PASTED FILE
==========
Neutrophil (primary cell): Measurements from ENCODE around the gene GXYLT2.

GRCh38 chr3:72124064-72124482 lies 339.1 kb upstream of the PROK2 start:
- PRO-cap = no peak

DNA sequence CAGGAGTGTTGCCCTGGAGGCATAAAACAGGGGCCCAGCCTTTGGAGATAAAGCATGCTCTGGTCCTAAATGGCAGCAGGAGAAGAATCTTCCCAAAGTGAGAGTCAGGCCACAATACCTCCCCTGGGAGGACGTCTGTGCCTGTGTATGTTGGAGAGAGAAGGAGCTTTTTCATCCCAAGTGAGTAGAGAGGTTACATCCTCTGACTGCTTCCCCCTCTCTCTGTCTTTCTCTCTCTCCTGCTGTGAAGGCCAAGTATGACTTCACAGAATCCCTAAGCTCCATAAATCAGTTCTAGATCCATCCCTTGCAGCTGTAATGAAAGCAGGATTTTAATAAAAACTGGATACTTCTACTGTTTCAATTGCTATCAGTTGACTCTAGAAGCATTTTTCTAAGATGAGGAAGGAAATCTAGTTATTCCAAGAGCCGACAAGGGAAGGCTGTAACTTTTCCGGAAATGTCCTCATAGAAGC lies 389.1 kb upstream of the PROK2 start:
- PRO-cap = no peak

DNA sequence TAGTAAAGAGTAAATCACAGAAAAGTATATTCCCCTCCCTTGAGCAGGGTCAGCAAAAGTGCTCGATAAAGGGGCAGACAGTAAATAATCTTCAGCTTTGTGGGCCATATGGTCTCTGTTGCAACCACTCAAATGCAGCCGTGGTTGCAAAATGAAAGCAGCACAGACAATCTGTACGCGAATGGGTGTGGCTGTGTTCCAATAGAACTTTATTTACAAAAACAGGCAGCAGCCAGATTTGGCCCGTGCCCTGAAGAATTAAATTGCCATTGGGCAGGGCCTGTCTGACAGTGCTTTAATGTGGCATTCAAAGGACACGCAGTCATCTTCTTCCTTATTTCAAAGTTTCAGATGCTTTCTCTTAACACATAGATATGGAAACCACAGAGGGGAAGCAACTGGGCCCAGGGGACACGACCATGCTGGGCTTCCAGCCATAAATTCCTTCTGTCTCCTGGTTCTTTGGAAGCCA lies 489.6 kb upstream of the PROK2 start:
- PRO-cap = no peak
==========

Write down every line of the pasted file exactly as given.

Neutrophil (primary cell): Measurements from ENCODE around the gene GXYLT2.

GRCh38 chr3:72124064-72124482 lies 339.1 kb upstream of the PROK2 start:
- PRO-cap = no peak

DNA sequence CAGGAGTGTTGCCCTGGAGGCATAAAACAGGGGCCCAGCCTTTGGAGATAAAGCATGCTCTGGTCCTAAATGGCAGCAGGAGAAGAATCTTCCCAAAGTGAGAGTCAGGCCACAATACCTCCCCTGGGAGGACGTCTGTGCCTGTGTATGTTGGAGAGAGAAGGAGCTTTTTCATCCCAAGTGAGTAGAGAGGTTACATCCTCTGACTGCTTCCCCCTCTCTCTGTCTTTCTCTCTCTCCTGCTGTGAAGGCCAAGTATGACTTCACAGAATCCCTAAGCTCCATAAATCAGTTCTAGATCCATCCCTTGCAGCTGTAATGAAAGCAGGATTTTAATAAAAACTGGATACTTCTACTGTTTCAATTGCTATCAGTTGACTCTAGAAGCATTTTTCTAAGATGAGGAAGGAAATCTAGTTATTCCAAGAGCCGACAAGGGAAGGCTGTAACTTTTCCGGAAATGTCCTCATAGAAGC lies 389.1 kb upstream of the PROK2 start:
- PRO-cap = no peak

DNA sequence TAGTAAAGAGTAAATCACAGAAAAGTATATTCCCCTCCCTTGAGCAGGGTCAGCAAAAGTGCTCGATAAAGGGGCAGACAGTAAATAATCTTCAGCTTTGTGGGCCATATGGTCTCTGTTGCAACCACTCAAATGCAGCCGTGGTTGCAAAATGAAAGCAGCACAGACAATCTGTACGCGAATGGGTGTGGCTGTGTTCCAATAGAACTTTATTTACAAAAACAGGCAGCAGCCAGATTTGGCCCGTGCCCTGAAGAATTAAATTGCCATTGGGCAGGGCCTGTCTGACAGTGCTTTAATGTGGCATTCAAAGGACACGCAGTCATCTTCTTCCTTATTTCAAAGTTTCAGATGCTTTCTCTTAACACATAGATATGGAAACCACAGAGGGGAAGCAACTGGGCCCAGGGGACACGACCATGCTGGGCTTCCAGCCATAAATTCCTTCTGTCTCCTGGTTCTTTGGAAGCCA lies 489.6 kb upstream of the PROK2 start:
- PRO-cap = no peak